I don’t want to link to our comments because nothing he said was unusual, but last week I got into it with a critic here about God violating people’s natural rights. In other words, my critic was claiming that we can use our reason to derive rights that human beings possess, and that’s how we can know it’s wrong to murder, steal, etc. We certainly don’t need a God in order to understand right from wrong. Moreover, my critic continued, the God as described by the Christian Bible (or at least, as vocal Christians today talk about Him) violates such rights all the time, if He actually does the types of things Christians attribute to Him.

I think this is balderdash. If you want to say, “C’mon Murphy, your ‘God’ doesn’t exist, give me a break!” OK I understand that; at least your objection is coherent. But it makes no sense for someone who believes in Rothbardian-type natural rights to say that the Christian God initiates aggression against humans.

If the Christian God exists, then He created everything; He is the author of the entire physical universe, as well as our very souls or essences. He created the very idea of you and me. In this context, it makes sense to say He gave us reason, and using that we can define our natural rights. It would be immoral and a crime for James to shoot Billy out of the blue. However, no matter how Billy dies, there is a sense in which God made that happen. So either God murders no one in a criminal sense, or He murders everyone; but zapping someone at age 31 because he dropped the Ark of the Covenant, instead of zapping the guy’s heart at age 120 because he was a pretty obedient servant all his life, doesn’t really give a reason for libertarians to condemn one and praise the other.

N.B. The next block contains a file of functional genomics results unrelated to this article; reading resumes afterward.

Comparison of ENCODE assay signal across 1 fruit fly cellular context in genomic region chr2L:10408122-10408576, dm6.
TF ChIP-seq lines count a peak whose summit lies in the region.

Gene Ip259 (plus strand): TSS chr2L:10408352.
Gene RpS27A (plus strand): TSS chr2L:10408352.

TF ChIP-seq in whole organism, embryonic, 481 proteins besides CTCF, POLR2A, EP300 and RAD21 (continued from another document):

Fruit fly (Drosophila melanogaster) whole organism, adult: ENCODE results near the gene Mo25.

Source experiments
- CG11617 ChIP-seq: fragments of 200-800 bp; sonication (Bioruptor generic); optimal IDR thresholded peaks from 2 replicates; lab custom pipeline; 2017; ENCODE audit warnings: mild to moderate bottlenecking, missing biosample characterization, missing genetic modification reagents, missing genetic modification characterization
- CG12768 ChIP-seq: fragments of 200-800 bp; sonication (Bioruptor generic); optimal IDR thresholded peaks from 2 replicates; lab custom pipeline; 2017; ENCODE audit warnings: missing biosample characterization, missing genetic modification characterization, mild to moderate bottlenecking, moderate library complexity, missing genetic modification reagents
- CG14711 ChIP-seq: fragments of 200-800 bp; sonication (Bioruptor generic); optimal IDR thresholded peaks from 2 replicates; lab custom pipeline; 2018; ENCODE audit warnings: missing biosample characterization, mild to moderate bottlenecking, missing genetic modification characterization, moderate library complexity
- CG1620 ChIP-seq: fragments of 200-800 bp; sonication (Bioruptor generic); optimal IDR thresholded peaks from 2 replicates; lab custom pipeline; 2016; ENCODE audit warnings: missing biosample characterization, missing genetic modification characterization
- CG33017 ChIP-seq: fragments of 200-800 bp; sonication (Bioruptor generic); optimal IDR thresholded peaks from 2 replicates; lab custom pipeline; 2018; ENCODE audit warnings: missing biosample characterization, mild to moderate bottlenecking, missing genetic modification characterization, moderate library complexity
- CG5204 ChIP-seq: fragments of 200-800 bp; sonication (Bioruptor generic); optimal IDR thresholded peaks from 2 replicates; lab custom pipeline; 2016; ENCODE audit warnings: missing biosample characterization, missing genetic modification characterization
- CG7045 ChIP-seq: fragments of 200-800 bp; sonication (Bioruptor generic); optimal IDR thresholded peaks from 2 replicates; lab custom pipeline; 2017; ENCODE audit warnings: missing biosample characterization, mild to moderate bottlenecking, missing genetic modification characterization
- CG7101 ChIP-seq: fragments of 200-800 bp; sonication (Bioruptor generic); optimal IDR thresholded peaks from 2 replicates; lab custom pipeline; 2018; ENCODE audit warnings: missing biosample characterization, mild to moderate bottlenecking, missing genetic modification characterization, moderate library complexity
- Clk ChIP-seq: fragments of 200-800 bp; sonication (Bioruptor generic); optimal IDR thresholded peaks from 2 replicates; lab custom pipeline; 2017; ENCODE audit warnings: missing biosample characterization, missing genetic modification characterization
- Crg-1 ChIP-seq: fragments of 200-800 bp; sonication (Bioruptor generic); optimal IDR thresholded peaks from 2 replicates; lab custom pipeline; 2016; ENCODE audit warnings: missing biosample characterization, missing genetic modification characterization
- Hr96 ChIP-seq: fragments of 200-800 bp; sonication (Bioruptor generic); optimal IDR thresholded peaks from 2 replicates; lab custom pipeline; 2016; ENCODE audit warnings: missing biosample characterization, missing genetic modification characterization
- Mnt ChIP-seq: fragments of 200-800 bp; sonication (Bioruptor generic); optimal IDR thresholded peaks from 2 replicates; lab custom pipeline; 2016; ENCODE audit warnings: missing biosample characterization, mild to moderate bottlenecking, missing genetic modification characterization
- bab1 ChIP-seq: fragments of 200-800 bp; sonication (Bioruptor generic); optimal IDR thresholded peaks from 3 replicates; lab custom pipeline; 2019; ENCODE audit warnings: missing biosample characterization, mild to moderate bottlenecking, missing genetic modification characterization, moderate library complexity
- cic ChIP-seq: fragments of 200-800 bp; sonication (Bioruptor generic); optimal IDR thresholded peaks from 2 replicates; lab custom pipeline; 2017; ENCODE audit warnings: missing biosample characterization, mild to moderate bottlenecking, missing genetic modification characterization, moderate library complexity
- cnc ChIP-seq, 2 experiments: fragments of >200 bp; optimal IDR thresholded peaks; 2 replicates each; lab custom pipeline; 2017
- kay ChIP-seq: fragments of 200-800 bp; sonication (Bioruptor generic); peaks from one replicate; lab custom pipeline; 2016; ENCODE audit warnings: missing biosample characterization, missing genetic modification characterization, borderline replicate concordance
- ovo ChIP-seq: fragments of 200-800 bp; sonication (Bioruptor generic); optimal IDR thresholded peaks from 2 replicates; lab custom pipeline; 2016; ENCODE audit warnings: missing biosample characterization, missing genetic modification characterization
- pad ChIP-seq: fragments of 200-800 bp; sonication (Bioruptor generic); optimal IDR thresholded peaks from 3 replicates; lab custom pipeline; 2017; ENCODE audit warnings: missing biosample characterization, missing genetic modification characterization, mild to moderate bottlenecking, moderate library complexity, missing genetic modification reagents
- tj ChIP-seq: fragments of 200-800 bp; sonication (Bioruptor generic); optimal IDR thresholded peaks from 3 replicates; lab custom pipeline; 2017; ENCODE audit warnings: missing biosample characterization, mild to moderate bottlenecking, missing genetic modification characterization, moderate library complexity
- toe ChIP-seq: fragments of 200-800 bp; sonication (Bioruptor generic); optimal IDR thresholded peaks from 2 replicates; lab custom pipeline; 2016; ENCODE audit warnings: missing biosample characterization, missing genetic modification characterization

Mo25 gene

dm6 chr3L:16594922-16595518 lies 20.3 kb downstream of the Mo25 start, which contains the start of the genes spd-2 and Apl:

For an analogy: It makes sense to say that Anakin Skywalker committed an atrocity when he wiped out his colleagues. It makes absolutely no sense to say that George Lucas committed an atrocity when he “made” Anakin “choose” to do that.

Look, guys like Walter Block love posing extreme thought experiments to make the point. Suppose some guy creates a new planet out of material that he justly acquired. He owns every molecule on that planet. Then you find yourself on that planet somehow (we’ll be vague on how you got there). Yes, perhaps the guy can’t shoot you. But he can certainly say, “Stop breathing my oxygen and stop standing on my rock. Get off my planet or I’ll evict you.”

Thus he ends up killing you, especially if it turns out he owns the whole physical universe except people’s bodies. And I’m pretty sure the straightforward application of standard libertarian theory says this hypothetical guy who owns the entire non-sentient physical universe, violates no one’s rights if he decides to let them all perish. Depending on the circumstances he’s probably a huge jerk of course, but he’s not violating anybody’s rights.

So if homesteading theory means anything, God arguably owns everything including your body, but for sure He owns every non-sentient thing. Thus He is perfectly within libertarian rights to set whatever rules He wants for our use of His property.